Review of July 2016: What Goes Up, Must Come Down!

July 2016 brought many a launch and developments within the space sector from across the world. This lead to many successes, near misses, and sadly some failures. However each flight and development leads to further learning for future flights by all companies involved.


This month saw an increased launch rhythm from around the world and the first of them to conduct launches was Russia, and the launch of 3 new international crew members to the International Space Station. This resulted in the crew going from 3 members to the current limit of 6 on board of the Space Station. The crew began their Expedition with safety briefings and moved personal items into their crew quarters.


It was the beginning of a busy time for Space Station traffic this month, with the first of many cargo crafts coming with valuable cargo supplies for all the crew at the International Space Station. Progress MS-03 launch with a lot of science and supplies and headed to the station of a 2-day rendezvous to the station.


SpaceX also launched a Cargo Resupply mission towards the International Space Station with their 8th successful launch of cargo to Station. CRS-9 launched in the middle of the night with tons of cargo and importantly IDA-2 which is needed for Commercial Crew which should be beginning in 2017.


SpaceX also continued with their landing tests of their First Stage of the Falcon 9 rocket. As planned the Falcon 9 first stage fired successfully and separated from the rest of the rocket and the stage flipped in preparation to return to LZ-1 at the Cape Canaveral Air Force Base. Stage 2 and Dragon continued to orbit and successfully inserted into its planned orbit trajectory. First Stage fired as planned to return the stage back to the landing site and the stage softly touch down in its intended landing area.


Copenhagen Suborbitals launched their Nexø I in July, however the test was not fully successful and the rocket flew for less time than planned. There was an issue which occurred during flight The flight then came to an end prematurely and the rocket became a ballistic missile heading for the Baltic Sea where it just launched from. The rocket landed an submerged into the Baltic Sea and within 20 seconds, it resurfaced mostly intact, and still boiling of the LOX that was in the tanks.


Upgraded Soyuz Docks Crew of Three At International Space Station

A crew of three have successfully launched and docked at the International Space Station, with an on time launch of the newly upgraded Soyuz capsule, the Soyuz MS series. The three international crew members launched from Baikonur Cosmodrome at 01:36 UTC, on July 7th, which began the two-day rendezvous profile for this mission to the International Space Station.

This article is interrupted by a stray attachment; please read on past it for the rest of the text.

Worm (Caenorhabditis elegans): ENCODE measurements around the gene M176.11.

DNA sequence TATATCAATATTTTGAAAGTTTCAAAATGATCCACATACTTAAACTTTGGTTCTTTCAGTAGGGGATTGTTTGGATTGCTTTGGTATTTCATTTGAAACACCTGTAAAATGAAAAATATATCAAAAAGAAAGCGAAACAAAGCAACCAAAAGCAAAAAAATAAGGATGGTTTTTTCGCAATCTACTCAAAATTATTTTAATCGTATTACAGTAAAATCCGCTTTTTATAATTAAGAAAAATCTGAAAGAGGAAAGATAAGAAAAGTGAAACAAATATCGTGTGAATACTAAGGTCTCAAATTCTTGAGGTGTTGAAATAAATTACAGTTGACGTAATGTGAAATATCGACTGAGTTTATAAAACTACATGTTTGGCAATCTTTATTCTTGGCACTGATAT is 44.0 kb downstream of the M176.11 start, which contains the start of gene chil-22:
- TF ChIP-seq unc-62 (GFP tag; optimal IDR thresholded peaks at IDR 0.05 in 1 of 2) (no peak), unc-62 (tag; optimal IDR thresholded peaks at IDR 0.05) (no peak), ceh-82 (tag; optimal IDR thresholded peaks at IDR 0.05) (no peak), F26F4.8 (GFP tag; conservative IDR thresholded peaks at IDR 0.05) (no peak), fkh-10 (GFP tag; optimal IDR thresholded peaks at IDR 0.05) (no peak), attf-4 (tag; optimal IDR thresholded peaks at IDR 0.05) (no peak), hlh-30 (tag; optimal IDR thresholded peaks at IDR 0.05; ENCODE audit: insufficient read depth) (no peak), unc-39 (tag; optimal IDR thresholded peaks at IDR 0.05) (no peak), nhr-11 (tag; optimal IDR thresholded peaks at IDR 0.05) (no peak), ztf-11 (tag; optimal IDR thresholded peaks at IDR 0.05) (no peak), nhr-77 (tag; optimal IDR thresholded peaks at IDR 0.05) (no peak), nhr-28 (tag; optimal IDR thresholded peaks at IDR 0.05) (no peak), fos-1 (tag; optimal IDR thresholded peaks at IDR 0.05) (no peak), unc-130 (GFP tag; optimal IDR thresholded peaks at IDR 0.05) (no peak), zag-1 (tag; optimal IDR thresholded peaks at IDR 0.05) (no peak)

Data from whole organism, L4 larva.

Soyuz Rocket carrying three ISS crew launches from the Cosmodrome – Photo Credit: NASA / Bill Ingalls

The launch of the next crew occurred at break of dawn at the Cosmodrome, however the crew was preparing for launch many hours before the engines ignited and the Soyuz clearing the gantry to take flight to orbit. The international crew comprises of 1 American, 1 Russian and 1 Japanese astronaut. Anatoli Ivanishin is the Soyuz Commander for this flight and for the duration of the flight of this Soyuz in space. Accompanying him as Flight Engineers aboard Soyuz and at Station is NASA Astronaut Kathleen Rubin and Japanese astronaut Takuya Onishi, both flying for the first time to space and the International Space Station. All the crew have been training for launch for many years, and in the previous weeks leading to launch, all crew including backup crew were assessed and tested on their contingency and normal flight profiles before being cleared for launch.


Expedition 48 Primary Crew – Soyuz MS-01 – NASA (2016)

At the 2 hour mark before launch, all three crew said farewell to solid ground, and was escorted to the lift which would bring them to their ride to space. At that time preflight checks were made and configuration for flight was executed within the capsule. A period of silence was then experience as preparation were complete and the steps that lead to the final and important steps were complete. As soon as the gantry was removed from around the rocket, the flight abort system was activated in the event of a pad emergency which could affect the safety of the crew onboard or if a rocket failure could occur within the timeframe between countdown, the initial launch and through most of the early flight trajectory. Ignition of the engines occurred at the T-17 seconds in the countdown, and at that time the engines were spooling up, providing health checks as the engines operated at higher thrusts. At the T-0 mark, the engines were at full thrust and the rocket cleared the retracted gantry and the crew began their 10 minute ride to space, the first crew of the new Soyuz MS series, which should see the Soyuz to its planned retirement for the new Russian Explorer Class capsule, expected to take flight in the 2020 timeframe.


Soyuz MS-01 completes processing ahead of flight – Roscosmos (2016)